Why Canada needs to make child care a right

Deep-rooted problems leave parents with few choices

The state of child care in Canada is a complete and utter dumpster fire.

Problems within the child care industry have grown more and more evident in recent years. Six years ago, a CBC Marketplace investigation revealed an uncomfortable reality.

This reality was that the entire industry is almost completely unregulated. This means literally anyone can call themselves a “daycare” and accept children with absolutely zero qualifications to care for kids.

The consequence of this is that most people caring for children will never be certified in CPR, first aid or have any real experience caring for children. The result of this horrific system is astonishing: the death of several toddlers.

Many young children, like two-year-old Eva Ravikovich who died under the care of an unlicensed daycare caring for 29 children and 14 dogs simultaneously, are simply not safe under current daycare regulations.

The only reason parents must turn to unlicensed daycare centres  is because, according to 2013 data, just 20 per cent of parents who wish to put their children in a daycare can get a properly licensed space.

There is simply not enough space for kids in these licensed facilities.

But the statistics representing the lack of access to licensed daycare are misleading because it only represents the parents who can afford daycare.

In Canada, there is huge disparity in the monthly price of child care. It can range from $175 in Montreal to $1,675 in Toronto, with a national average of about $933. Coupling this with the rising cost of living — with the national average rent for a one-bedroom apartment costing over $1,000 — and stagnant provincial minimum wages, the hundreds of dollars per month puts daycare out of reach for many Canadians.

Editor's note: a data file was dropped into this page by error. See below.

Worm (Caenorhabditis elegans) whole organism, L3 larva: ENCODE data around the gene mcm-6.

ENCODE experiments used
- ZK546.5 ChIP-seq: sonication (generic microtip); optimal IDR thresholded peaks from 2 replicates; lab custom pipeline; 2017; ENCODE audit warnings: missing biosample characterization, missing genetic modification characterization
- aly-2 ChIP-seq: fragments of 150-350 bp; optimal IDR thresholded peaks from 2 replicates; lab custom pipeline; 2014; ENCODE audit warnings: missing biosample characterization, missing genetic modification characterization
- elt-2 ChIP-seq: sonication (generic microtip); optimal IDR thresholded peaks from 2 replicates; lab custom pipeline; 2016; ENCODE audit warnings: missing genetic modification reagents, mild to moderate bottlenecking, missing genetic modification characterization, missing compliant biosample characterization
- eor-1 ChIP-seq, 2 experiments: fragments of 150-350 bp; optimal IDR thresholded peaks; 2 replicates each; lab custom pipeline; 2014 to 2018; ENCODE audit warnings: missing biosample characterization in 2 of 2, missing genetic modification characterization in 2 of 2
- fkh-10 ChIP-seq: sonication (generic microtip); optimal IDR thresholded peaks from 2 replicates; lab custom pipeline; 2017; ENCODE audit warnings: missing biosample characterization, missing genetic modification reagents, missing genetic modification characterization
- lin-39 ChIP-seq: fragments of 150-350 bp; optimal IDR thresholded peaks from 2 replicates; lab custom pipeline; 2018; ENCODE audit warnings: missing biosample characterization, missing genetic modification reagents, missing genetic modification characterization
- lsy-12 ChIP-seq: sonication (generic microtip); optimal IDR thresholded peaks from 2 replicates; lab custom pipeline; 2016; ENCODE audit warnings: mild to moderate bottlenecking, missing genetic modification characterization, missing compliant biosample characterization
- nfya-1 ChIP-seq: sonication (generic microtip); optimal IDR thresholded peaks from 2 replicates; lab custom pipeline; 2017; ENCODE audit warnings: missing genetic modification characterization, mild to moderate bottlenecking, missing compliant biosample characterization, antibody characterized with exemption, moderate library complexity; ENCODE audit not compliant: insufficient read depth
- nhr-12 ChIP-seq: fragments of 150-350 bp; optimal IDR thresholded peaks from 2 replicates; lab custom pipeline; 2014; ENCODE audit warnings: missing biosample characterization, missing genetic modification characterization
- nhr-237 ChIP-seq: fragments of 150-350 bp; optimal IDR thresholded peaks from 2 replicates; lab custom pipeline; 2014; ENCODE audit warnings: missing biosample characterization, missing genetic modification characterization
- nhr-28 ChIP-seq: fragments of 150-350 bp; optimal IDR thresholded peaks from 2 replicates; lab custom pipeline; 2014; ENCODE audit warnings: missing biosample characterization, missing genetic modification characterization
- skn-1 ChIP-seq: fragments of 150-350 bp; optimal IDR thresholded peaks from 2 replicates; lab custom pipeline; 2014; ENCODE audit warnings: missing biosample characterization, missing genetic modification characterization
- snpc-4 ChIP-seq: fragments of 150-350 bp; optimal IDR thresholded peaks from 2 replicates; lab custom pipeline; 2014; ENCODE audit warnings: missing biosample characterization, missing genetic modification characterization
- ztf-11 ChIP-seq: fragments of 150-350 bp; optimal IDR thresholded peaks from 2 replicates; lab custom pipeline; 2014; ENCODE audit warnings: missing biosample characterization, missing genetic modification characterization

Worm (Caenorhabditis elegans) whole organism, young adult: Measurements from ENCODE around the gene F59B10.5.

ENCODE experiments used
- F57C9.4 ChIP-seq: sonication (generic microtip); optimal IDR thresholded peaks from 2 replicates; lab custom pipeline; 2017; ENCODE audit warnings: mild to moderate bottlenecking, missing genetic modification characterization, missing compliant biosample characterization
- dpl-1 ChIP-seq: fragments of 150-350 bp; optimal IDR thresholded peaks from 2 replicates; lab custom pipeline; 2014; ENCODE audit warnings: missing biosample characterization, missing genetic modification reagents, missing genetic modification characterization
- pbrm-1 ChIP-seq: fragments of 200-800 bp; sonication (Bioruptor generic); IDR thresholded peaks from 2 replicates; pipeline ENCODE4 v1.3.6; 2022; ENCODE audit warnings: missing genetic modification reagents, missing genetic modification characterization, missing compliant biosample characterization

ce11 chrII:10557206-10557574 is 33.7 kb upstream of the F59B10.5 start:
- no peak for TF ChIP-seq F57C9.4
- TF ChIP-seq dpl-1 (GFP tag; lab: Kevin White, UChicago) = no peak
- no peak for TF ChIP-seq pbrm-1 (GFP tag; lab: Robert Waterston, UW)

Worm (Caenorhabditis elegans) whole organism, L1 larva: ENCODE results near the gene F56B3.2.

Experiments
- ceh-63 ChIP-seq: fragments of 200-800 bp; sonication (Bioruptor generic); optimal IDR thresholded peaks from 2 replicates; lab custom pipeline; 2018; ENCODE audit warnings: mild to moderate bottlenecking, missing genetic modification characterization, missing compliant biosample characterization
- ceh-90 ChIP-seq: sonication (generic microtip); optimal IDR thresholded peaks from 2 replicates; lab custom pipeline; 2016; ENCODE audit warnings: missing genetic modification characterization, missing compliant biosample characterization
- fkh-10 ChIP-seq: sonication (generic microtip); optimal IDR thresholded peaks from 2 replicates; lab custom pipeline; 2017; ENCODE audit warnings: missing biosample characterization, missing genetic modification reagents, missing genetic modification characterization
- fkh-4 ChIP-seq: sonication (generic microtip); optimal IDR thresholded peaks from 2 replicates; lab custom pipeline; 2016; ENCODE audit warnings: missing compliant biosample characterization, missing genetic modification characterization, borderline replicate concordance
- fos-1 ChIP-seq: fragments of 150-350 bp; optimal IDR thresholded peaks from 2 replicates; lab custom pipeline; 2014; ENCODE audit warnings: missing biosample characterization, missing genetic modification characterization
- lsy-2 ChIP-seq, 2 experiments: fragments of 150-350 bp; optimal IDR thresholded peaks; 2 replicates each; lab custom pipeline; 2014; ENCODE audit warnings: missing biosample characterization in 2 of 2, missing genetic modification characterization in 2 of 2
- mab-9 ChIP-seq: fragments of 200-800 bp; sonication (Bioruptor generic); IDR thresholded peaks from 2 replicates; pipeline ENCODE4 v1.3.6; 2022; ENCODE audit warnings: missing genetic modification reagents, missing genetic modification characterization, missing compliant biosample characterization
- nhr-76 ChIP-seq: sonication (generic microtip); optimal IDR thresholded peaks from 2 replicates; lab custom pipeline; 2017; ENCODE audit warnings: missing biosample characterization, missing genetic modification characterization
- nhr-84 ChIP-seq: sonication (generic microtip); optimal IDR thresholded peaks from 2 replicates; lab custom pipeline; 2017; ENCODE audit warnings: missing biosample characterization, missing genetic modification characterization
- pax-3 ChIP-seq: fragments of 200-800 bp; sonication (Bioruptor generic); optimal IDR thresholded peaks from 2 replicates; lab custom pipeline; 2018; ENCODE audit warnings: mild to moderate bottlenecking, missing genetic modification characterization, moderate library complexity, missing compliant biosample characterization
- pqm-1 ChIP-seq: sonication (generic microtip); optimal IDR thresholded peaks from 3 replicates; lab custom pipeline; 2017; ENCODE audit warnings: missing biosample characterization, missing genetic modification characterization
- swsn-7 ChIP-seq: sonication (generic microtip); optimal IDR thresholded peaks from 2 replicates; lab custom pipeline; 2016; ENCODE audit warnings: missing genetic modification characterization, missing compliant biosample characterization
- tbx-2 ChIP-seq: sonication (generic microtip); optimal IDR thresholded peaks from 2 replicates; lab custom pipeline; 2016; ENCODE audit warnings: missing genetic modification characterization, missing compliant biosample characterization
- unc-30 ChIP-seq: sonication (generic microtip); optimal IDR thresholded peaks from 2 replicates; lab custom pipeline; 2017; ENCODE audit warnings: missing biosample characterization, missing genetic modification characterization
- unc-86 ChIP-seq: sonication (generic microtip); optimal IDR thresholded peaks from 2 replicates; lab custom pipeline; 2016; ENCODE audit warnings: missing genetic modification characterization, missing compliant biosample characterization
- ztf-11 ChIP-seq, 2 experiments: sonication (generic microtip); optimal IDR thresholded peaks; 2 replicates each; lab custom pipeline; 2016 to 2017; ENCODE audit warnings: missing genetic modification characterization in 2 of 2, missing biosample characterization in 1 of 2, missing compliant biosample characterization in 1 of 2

In Ontario, child care costs account for nearly a third of the net income of a family — one of the highest proportions in the developed world.

There are plenty of people who wish to put their children in quality day care, but simply cannot because of the price tag.

Canada has severely lagged on the issue of maternity and paternity leave. While Canada only requires employers to offer 17 weeks of paid leave at around half of the new parent’s salary, countries like Croatia, Denmark, Serbia and Sweden all offer at least a year of paid leave, with pay ranging from 80 to 100 per cent of the employee’s salary.

If we are going to force new mothers back into the workforce with little to no time with their new child, the least we, as a society, can do is provide quality child care as a right to all working parents.

This is not only the moral option, but it is the financially sound investment. Child care has an incredibly high return on investment. The U.S.-based National Forum on Early Childhood Policy and Programs found that high-quality child care can return between US$4 and US$9 for every dollar spent. Higher estimates, like a 2009 study of Perry Preschool, a Michigan preschool for three- to five-year-olds, estimated the return to be between US$7 and US$12 for every dollar invested.

Effectively, this is taxpayer dollars invested wisely. Publicly funded child care incentives would have positive results for parents and generate additional long-term economic growth. A true win-win.

An infusion of government cash into child care to guarantee access for families is only one part of the solution. The systemic issues with child care providers must also be addressed. And who better than our current, self-proclaimed male feminist Prime Minister Justin Trudeau to take up the cause?

While Trudeau’s Liberals have generally resorted to incrementalism, in the form of moderate increases to the Canadian Child Benefit, the current state of child care deserves specific legislative addressment.

What this entails is first fixing the current unconscionable state of unregulated daycares, by phasing out unregulated private child care entirely. Simultaneously, the federal government must begin investing in fully-licensed daycare seriously, until the supply meets the social requirement of the country.

Above all else, Canada must provide quality, licensed child care as a right to all working parents.